Z Orthop Unfall
DOI: 10.1055/a-0871-2612
Case Report/Fallbericht
Georg Thieme Verlag KG Stuttgart · New York

Alternative Mobilization by Means of a Novel Orthesis in Patients after Amputation

Article in several languages: English | deutsch
Udo Barth
1  Vascular Surgery Division, Department of General, Visceral, Vascular and Transplantation Surgery, Magdeburg University Hospital
,
Klaus Wasseroth
2  Department of General, Visceral and Vascular Surgery, AMEOS Klinikum Schönebeck
,
Zuhir Halloul
1  Vascular Surgery Division, Department of General, Visceral, Vascular and Transplantation Surgery, Magdeburg University Hospital
,
Frank Meyer
1  Vascular Surgery Division, Department of General, Visceral, Vascular and Transplantation Surgery, Magdeburg University Hospital
› Author Affiliations
Further Information

Publication History

Publication Date:
04 June 2019 (online)

Abstract

Introduction The mobilization of patients with diabetic foot syndrome after surgical treatment by debridement or partial amputation is usually difficult in daily practice and in inpatient care.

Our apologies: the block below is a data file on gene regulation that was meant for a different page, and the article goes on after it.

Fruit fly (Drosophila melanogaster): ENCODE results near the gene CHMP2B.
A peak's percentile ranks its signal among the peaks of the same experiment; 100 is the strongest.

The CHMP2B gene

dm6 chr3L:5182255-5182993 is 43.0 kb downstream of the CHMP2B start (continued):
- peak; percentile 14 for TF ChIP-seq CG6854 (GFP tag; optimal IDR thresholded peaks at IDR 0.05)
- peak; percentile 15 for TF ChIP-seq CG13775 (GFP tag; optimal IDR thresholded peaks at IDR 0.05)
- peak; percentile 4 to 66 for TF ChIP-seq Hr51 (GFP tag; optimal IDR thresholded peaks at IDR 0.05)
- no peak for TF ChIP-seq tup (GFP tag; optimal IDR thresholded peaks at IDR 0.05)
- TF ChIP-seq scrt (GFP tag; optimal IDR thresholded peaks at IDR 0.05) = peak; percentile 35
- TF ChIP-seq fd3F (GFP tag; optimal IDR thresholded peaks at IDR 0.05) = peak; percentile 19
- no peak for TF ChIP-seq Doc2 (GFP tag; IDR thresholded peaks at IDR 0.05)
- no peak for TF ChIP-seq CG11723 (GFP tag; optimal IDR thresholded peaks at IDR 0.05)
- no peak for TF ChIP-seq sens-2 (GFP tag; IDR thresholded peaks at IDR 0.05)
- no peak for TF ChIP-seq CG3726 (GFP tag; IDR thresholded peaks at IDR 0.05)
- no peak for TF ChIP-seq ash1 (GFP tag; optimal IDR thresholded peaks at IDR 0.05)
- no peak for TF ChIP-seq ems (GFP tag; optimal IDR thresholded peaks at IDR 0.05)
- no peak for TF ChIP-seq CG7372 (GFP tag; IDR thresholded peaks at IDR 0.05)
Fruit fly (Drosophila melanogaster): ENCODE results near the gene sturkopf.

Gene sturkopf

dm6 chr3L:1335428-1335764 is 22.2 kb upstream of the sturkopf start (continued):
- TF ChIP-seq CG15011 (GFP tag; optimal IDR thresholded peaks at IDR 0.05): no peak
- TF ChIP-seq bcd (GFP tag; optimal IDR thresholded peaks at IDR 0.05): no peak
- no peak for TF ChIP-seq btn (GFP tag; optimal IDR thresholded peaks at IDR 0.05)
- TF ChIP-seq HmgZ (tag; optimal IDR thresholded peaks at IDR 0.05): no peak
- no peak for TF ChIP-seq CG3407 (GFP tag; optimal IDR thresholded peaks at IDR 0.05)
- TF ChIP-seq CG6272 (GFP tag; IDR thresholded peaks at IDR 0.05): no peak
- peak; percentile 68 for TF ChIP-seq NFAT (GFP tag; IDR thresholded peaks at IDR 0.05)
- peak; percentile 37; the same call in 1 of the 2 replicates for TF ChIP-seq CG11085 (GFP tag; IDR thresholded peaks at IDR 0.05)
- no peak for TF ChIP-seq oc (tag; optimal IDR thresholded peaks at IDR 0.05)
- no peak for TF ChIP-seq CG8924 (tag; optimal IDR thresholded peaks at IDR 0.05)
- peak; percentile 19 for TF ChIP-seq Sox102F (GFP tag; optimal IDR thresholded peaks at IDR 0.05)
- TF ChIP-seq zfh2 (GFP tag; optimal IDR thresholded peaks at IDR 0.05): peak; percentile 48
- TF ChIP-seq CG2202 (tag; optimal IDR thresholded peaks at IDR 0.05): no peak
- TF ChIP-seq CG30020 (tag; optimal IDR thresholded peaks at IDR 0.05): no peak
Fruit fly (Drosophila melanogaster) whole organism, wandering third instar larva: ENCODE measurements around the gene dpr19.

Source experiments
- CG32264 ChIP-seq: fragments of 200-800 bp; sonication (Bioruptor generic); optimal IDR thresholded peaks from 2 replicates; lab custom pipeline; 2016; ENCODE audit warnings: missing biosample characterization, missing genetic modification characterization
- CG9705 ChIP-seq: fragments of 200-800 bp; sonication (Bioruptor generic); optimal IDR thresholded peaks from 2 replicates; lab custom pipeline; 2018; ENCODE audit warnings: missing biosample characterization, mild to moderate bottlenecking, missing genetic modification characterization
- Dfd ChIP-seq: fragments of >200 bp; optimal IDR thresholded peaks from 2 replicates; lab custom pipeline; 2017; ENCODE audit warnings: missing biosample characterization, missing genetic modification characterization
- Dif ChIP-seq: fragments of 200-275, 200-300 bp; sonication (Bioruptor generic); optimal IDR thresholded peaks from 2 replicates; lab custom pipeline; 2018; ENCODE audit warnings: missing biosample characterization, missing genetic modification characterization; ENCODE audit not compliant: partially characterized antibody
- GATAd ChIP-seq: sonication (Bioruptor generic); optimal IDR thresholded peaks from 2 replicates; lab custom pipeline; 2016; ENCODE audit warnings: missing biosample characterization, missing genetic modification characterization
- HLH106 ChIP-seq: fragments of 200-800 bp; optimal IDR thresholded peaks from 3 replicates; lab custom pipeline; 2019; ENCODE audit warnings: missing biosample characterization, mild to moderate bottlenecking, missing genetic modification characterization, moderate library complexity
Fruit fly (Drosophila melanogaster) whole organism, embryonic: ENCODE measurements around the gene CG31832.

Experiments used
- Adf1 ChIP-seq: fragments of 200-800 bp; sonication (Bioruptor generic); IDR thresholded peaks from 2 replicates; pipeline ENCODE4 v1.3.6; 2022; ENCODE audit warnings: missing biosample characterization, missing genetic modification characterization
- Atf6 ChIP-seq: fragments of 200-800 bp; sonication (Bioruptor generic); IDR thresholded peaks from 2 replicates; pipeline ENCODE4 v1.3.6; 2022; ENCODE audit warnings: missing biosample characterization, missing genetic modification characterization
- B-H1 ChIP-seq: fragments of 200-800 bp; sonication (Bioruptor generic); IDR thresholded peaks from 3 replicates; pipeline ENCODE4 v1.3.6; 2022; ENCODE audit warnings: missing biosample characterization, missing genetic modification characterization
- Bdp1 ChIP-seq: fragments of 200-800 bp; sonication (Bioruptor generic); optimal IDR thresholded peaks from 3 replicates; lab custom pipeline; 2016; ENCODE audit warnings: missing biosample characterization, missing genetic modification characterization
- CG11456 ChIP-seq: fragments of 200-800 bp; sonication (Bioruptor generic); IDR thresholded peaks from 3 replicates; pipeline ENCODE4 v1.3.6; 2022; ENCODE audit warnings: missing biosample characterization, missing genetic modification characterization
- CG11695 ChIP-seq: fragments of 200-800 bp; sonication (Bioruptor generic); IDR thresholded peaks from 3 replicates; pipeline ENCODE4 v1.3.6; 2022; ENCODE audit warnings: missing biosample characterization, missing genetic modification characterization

Aim and Method A case report – with a representative case showing the innovative possibilities of an alternative mobilization option by means of a new orthesis (“iWALK 2.0®”; IWALKFree® Inc., Mansfield, Ontario, Canada) after surgical therapy of diabetic gangrene, exemplified by the successful clinical course.

Results The inpatient admission of a 59-year-old male patient revealed septic gangrene of the right foot in insulin-dependent diabetes mellitus. After admission and initial diagnosis, the calculated antibiotics therapy and initial surgical rehabilitation of the right foot took place. After stabilization and control of the infection, the minor amputation was performed at the Bona-Jäger line without primary wound closure, wound care was provided by vacuum sealing. Complicated by pre-existing peroneal paralysis of the contralateral leg following herniated disc, mobilization could be accomplished out of the wheelchair using a novel “free-hand” orthesis “iWALK 2.0” and a walker with physiotherapeutic support. Thus, while simultaneously relieving the operated foot, self-sufficient mobilization at a later time was possible. This gave the patient a positive attitude to life in addition to more independence.

Conclusion The successful application of the “free-hand” site “iWALK 2.0” under the listed clinical constellation thus suggests that it is a clear alternative of “postoperative rehabilitation” in the diagnosis of a surgically treated diabetic foot gangrene after minor amputation with a consolidated wound while ultimately serving to achieve a more comprehensive level of experience for targeted use with a clearly defined indication.